In Sañonama, the thirty-five-degree temperature makes clothes uncomfortable. But Germinda is used to this climate. She is strong and treats these hikes like a stroll. Her athletic agility is due to the fact that she was a soccer, basketball, and volleyball player during her teens.
Although the traditional clothing of the indigenous Chiquitanas is the tipoy —an ankle-length cotton dress— Germinda, like most of her friends, saves this garment for festive activities. She is usually dressed in jeans, a cloth blouse, and tennis shoes, and wears her long hair in a bun.
Classrooms of a school in the community of Santa Anita. Photography: Esther Mamani
She works in the town of San Ignacio —the capital of the municipality—, where the main activity is cattle ranching. It is no longer a tourist resort due to the numerous fires which, year after year, have robbed it of its forest. She has a stall in the main market where she sells udder, blood sausage and everything that can be salvaged from beef.
Germinda was one of the most active participants in the women’s empowerment workshops we used to give with the Ombudsman’s Office and the Comprehensive Family Care Platform,” recalls Arlena.
After noon, several children turn up, fluttering around us like butterflies. We are very close to the only school in Sañomama. Here the women see to lunch while the men participate in a meeting.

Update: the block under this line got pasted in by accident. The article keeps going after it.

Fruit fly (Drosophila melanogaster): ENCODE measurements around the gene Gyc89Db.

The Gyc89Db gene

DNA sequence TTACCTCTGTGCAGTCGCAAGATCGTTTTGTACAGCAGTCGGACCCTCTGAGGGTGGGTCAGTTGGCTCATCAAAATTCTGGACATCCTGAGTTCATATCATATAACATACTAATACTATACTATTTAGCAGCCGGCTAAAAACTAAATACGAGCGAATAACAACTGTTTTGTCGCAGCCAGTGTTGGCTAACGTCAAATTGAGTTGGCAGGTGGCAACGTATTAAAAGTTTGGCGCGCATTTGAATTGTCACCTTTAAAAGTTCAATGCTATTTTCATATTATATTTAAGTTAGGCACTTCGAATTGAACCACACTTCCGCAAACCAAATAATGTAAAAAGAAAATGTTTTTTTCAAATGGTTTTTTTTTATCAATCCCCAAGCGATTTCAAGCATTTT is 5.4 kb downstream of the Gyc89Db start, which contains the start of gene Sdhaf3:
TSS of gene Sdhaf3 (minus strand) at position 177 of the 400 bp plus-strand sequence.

The inhabitants of this community try to protect their forests, but they are no match for the fires started by the cattle ranches. This place is surrounded by farms where Bolivian and Brazilian businesspeople are responsible for the uncontrolled burning.
A fight that started at home
It is time to go to another community. The chiefs who sat and discussed all day were the group to which we reported our activities before entering the communities. Leadership by indigenous women has made some progress but there is still a long way to go.
On the way to Santa Anita, I notice Germinda’s well-formed teeth, after seeing her smile. Her sense of humor comes as a relief in the midst of all the hustle and bustle. After two hours on the gravel road and with a lot of dust inside the taxi, we reach our second destination.
Germinda greets the leaders in the new community and takes the opportunity to see the work plans now that the burning has begun.
The leader is a good administrator despite the lack of funds of the Organization of Chiquitana Women. She does wonders with the money, stretching it to cover gasoline expenses so that they can travel between communities. She acquired this ability at her first job when she was still a teenager, at a farm where she was responsible for basic service payments and personnel control.